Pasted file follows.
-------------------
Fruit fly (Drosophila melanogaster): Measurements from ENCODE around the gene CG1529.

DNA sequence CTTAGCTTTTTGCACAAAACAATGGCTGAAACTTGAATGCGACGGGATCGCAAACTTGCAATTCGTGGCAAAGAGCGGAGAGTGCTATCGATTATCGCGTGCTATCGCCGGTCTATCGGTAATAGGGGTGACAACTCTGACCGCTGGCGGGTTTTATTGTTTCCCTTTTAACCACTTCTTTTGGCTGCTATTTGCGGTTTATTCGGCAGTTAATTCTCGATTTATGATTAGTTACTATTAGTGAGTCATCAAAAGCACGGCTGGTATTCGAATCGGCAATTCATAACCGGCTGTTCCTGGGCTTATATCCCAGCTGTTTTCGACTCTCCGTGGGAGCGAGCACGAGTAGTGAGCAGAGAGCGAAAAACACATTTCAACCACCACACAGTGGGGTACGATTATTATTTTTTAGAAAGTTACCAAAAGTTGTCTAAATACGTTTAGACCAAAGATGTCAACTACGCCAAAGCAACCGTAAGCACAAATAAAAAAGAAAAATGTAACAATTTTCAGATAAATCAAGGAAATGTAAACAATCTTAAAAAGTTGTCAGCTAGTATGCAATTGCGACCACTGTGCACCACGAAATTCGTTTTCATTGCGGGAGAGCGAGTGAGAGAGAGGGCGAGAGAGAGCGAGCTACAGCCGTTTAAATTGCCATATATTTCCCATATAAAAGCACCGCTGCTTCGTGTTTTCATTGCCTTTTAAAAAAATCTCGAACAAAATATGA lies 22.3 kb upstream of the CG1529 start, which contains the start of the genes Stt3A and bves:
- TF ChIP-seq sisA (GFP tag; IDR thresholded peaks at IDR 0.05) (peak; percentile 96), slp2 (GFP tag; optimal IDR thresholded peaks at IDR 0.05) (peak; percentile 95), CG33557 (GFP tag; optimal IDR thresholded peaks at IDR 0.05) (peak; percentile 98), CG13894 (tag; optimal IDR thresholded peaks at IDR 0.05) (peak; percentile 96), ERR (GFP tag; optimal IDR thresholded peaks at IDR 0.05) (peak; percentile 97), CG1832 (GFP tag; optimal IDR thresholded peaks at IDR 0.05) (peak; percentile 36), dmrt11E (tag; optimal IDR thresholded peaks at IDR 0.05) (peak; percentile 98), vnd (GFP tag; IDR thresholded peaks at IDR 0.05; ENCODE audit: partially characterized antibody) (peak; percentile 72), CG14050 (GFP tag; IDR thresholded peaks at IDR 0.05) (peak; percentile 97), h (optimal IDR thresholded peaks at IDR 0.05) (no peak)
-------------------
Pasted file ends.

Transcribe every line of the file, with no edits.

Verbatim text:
Fruit fly (Drosophila melanogaster): Measurements from ENCODE around the gene CG1529.

DNA sequence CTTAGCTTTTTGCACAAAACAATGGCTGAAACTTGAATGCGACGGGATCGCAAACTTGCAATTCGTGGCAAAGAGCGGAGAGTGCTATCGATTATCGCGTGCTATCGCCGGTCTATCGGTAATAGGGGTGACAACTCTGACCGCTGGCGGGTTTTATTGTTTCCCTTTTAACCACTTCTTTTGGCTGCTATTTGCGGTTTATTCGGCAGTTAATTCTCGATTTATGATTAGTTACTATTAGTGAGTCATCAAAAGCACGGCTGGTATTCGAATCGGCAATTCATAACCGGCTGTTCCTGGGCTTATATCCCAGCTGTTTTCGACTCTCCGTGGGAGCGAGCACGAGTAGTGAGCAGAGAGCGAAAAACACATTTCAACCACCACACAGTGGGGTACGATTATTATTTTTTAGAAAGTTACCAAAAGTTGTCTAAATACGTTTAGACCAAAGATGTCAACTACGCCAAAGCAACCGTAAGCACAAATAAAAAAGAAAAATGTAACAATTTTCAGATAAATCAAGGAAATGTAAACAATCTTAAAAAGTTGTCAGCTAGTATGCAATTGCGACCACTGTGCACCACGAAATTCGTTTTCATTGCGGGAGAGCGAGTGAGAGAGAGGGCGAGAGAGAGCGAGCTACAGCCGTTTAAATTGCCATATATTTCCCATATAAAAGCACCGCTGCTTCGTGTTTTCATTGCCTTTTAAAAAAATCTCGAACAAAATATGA lies 22.3 kb upstream of the CG1529 start, which contains the start of the genes Stt3A and bves:
- TF ChIP-seq sisA (GFP tag; IDR thresholded peaks at IDR 0.05) (peak; percentile 96), slp2 (GFP tag; optimal IDR thresholded peaks at IDR 0.05) (peak; percentile 95), CG33557 (GFP tag; optimal IDR thresholded peaks at IDR 0.05) (peak; percentile 98), CG13894 (tag; optimal IDR thresholded peaks at IDR 0.05) (peak; percentile 96), ERR (GFP tag; optimal IDR thresholded peaks at IDR 0.05) (peak; percentile 97), CG1832 (GFP tag; optimal IDR thresholded peaks at IDR 0.05) (peak; percentile 36), dmrt11E (tag; optimal IDR thresholded peaks at IDR 0.05) (peak; percentile 98), vnd (GFP tag; IDR thresholded peaks at IDR 0.05; ENCODE audit: partially characterized antibody) (peak; percentile 72), CG14050 (GFP tag; IDR thresholded peaks at IDR 0.05) (peak; percentile 97), h (optimal IDR thresholded peaks at IDR 0.05) (no peak)